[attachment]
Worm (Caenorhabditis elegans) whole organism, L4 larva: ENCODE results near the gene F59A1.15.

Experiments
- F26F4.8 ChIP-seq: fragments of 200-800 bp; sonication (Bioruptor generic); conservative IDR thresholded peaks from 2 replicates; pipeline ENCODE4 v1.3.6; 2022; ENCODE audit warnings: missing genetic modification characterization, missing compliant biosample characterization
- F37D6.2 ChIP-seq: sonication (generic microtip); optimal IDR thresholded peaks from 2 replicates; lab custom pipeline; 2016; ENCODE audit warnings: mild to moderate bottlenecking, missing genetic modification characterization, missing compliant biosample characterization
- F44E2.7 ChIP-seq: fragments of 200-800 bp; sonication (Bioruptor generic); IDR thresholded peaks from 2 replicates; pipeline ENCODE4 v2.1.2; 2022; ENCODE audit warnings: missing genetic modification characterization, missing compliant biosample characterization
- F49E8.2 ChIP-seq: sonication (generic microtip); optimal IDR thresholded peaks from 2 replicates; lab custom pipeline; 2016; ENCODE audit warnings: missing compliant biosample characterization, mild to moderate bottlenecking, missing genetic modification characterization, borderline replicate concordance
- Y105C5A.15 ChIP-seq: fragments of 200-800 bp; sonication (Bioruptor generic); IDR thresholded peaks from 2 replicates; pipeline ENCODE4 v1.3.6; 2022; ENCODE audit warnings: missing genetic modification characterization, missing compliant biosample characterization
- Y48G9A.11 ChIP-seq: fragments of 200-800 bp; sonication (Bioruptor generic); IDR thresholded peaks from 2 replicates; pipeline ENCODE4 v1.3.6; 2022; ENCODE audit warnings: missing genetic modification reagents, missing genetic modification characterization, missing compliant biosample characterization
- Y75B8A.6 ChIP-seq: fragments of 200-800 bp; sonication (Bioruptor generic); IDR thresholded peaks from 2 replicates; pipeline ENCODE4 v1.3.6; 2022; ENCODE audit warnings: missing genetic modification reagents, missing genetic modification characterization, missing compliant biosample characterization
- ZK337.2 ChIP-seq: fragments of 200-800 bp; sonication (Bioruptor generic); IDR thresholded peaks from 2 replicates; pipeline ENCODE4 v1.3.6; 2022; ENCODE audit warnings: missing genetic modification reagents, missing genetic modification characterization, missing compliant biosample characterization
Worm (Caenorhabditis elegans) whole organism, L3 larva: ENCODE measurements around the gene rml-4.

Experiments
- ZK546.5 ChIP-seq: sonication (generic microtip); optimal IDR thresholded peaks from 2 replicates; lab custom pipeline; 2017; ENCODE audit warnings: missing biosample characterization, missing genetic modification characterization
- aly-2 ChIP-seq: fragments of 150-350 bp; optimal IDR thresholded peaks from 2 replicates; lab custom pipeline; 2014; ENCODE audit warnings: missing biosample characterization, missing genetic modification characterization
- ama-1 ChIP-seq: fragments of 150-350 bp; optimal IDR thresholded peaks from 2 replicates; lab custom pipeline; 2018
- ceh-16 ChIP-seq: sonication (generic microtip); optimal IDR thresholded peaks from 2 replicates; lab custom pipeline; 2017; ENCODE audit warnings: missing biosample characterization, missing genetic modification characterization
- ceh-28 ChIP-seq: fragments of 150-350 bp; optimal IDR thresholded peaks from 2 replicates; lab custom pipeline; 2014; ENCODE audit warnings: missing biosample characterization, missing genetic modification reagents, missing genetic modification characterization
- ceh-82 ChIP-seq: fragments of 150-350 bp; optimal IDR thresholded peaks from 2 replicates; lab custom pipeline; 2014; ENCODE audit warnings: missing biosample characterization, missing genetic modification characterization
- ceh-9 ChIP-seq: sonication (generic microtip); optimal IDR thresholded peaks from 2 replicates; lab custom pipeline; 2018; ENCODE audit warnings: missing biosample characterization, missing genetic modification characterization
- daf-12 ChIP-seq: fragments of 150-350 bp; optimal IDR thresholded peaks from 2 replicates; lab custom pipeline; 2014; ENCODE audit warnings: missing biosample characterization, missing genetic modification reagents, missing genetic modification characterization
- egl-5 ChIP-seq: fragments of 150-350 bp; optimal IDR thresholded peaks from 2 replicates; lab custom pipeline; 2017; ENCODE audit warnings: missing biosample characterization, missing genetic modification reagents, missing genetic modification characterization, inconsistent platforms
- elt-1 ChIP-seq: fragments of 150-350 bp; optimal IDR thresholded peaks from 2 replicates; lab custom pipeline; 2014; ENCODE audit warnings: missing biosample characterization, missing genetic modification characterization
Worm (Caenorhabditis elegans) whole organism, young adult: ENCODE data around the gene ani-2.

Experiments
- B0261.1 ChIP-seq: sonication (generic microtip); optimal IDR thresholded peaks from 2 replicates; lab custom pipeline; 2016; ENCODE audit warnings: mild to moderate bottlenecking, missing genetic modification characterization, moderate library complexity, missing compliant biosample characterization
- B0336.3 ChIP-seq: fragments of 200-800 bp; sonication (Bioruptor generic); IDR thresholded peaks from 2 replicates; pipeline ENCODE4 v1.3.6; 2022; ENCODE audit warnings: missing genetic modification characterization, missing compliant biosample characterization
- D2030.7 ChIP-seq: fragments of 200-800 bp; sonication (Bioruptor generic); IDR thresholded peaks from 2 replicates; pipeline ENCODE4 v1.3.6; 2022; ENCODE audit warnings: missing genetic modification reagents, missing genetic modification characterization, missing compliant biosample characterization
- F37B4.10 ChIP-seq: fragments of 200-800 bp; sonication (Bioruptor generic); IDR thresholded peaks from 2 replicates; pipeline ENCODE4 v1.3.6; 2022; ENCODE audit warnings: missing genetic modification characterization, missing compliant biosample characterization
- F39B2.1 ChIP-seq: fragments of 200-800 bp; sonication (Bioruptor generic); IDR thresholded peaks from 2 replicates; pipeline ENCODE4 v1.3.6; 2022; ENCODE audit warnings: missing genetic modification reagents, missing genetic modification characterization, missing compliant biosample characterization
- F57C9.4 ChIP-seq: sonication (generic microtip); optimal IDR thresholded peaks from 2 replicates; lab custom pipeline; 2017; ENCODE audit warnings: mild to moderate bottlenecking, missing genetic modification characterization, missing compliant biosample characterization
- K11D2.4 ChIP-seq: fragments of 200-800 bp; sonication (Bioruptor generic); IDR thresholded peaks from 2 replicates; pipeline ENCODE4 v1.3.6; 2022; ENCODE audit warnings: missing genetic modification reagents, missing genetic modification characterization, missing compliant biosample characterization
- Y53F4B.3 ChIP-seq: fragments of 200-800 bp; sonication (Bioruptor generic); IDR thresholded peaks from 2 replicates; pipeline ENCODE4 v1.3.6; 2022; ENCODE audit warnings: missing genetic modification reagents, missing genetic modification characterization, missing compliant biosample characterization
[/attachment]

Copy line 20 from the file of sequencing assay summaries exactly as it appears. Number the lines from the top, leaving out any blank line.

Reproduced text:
- daf-12 ChIP-seq: fragments of 150-350 bp; optimal IDR thresholded peaks from 2 replicates; lab custom pipeline; 2014; ENCODE audit warnings: missing biosample characterization, missing genetic modification reagents, missing genetic modification characterization